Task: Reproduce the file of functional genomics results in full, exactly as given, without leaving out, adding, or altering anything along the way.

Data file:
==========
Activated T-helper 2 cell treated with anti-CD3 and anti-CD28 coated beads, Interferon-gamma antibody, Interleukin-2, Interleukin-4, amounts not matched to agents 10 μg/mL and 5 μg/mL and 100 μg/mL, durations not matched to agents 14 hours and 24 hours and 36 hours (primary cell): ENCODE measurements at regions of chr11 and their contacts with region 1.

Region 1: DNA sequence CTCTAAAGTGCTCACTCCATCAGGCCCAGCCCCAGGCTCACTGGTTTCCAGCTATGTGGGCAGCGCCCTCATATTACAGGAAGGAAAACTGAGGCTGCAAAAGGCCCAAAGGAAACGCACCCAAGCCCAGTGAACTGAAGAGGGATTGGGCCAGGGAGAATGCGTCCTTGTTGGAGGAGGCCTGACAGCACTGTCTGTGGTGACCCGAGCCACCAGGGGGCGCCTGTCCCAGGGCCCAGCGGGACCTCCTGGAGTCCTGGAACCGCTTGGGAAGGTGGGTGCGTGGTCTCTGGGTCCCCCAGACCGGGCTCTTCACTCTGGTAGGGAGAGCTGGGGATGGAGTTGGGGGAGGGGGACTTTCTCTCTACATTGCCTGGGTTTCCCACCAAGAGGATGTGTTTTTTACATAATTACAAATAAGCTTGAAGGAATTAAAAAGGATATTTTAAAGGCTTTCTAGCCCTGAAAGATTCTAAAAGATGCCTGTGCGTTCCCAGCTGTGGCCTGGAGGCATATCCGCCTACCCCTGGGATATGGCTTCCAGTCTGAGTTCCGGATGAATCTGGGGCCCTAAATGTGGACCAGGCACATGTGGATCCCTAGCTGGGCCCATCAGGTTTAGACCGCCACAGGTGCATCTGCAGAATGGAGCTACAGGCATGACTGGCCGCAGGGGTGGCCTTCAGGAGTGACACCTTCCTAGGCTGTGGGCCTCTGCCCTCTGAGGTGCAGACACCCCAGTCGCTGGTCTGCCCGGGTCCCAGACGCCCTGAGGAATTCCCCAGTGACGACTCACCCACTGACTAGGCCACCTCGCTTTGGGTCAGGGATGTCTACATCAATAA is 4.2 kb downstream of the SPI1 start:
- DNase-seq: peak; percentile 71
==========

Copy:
Activated T-helper 2 cell treated with anti-CD3 and anti-CD28 coated beads, Interferon-gamma antibody, Interleukin-2, Interleukin-4, amounts not matched to agents 10 μg/mL and 5 μg/mL and 100 μg/mL, durations not matched to agents 14 hours and 24 hours and 36 hours (primary cell): ENCODE measurements at regions of chr11 and their contacts with region 1.

Region 1: DNA sequence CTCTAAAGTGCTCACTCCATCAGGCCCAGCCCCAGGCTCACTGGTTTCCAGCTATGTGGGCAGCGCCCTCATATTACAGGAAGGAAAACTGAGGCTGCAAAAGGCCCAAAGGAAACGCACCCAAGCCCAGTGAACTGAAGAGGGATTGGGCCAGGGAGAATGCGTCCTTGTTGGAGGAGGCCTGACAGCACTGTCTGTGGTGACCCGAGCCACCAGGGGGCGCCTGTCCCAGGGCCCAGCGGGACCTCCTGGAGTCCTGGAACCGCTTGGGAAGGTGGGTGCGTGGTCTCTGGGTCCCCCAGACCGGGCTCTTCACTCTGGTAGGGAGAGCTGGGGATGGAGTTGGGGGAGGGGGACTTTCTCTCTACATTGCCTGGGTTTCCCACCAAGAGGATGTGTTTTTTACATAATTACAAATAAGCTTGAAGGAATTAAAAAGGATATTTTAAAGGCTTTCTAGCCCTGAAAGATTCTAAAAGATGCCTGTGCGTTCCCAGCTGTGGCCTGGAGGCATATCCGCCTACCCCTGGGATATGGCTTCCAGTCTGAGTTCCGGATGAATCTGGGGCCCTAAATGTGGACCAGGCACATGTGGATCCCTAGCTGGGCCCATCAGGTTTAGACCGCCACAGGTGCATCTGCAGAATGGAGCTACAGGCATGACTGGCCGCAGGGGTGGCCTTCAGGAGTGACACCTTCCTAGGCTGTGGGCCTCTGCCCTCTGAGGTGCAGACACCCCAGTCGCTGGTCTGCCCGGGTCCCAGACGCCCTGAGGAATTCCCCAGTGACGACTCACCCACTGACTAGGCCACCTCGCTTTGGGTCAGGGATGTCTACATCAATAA is 4.2 kb downstream of the SPI1 start:
- DNase-seq: peak; percentile 71